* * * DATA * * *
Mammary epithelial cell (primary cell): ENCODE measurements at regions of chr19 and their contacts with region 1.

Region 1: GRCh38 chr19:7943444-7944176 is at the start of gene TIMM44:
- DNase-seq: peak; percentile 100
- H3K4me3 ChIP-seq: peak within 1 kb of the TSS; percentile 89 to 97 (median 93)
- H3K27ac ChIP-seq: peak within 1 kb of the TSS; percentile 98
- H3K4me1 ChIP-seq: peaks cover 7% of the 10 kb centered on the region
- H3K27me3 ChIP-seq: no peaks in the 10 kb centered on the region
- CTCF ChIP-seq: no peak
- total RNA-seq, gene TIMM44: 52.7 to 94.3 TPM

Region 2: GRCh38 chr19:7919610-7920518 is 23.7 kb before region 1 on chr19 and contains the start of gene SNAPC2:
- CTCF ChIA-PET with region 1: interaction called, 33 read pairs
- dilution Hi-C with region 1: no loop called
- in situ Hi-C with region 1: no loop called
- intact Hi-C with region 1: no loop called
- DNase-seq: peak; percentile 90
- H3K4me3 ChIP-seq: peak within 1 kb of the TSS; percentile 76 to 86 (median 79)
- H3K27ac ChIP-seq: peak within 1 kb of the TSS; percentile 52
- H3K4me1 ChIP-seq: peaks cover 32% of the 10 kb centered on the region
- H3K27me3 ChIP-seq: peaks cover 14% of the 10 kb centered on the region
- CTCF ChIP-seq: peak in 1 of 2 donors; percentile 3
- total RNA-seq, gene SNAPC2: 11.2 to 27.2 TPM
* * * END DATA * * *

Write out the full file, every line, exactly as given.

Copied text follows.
Mammary epithelial cell (primary cell): ENCODE measurements at regions of chr19 and their contacts with region 1.

Region 1: GRCh38 chr19:7943444-7944176 is at the start of gene TIMM44:
- DNase-seq: peak; percentile 100
- H3K4me3 ChIP-seq: peak within 1 kb of the TSS; percentile 89 to 97 (median 93)
- H3K27ac ChIP-seq: peak within 1 kb of the TSS; percentile 98
- H3K4me1 ChIP-seq: peaks cover 7% of the 10 kb centered on the region
- H3K27me3 ChIP-seq: no peaks in the 10 kb centered on the region
- CTCF ChIP-seq: no peak
- total RNA-seq, gene TIMM44: 52.7 to 94.3 TPM

Region 2: GRCh38 chr19:7919610-7920518 is 23.7 kb before region 1 on chr19 and contains the start of gene SNAPC2:
- CTCF ChIA-PET with region 1: interaction called, 33 read pairs
- dilution Hi-C with region 1: no loop called
- in situ Hi-C with region 1: no loop called
- intact Hi-C with region 1: no loop called
- DNase-seq: peak; percentile 90
- H3K4me3 ChIP-seq: peak within 1 kb of the TSS; percentile 76 to 86 (median 79)
- H3K27ac ChIP-seq: peak within 1 kb of the TSS; percentile 52
- H3K4me1 ChIP-seq: peaks cover 32% of the 10 kb centered on the region
- H3K27me3 ChIP-seq: peaks cover 14% of the 10 kb centered on the region
- CTCF ChIP-seq: peak in 1 of 2 donors; percentile 3
- total RNA-seq, gene SNAPC2: 11.2 to 27.2 TPM